The National Institutes of Health has awarded a $1.2 million grant for a project aimed at restoring voluntary movement in paralyzed limbs using AI.
The grant was awarded to Andrew Fuglevand, PhD, a professor of physiology and neuroscience at the University of Arizona College of Medicine—Tucson. The grant funding will be used to study electrical stimulation of the muscles to restore limb movement in paralyzed individuals, according to a press release.
Fuglevand plans to use machine learning to mimic and replicate the patterns of brain activity that control groups of muscles, and implant tiny electrodes in the muscles that replay the artificially-generated signals and produce complex movements. The overall goal of the research is to restore voluntary movement for a paralyzed individual, without relying on external mechanical or robotic devices.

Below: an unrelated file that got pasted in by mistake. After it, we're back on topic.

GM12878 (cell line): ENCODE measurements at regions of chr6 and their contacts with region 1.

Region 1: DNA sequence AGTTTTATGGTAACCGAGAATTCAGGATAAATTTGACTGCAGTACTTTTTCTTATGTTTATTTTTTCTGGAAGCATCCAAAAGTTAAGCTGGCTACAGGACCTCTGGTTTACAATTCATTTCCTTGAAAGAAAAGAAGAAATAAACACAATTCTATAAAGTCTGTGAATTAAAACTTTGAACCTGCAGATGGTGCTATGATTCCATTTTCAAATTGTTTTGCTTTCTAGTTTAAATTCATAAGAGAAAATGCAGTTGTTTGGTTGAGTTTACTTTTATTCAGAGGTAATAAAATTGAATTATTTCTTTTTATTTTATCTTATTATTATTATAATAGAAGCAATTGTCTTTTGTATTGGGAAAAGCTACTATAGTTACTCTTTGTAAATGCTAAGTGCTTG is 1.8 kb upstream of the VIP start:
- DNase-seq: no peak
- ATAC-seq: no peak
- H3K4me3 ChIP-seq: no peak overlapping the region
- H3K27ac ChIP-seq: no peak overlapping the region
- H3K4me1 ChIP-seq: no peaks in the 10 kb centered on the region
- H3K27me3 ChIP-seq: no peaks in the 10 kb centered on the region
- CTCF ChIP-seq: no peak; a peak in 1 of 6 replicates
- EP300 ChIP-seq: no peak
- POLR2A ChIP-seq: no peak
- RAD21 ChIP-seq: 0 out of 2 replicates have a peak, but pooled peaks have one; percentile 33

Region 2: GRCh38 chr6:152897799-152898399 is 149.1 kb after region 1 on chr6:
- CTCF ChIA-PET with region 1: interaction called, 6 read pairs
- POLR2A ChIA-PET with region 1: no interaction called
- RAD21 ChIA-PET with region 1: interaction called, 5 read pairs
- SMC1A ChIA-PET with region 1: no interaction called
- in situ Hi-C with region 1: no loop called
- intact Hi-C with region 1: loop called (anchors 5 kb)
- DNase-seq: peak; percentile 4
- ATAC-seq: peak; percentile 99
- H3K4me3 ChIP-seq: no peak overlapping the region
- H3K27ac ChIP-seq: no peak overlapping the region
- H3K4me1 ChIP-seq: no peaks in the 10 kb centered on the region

"Moving a finger involves as many as 20 different muscles at a time. Moving an arm can involve more than 50 different muscles. They all work together in an intricate 'dance' to produce beautifully smooth movements. Replicating how the brain naturally coordinates the activities of these muscles is extremely challenging," Fuglevand said in the release. “If successful, this approach would greatly expand the repertoire of motor behaviors available to paralyzed individuals.”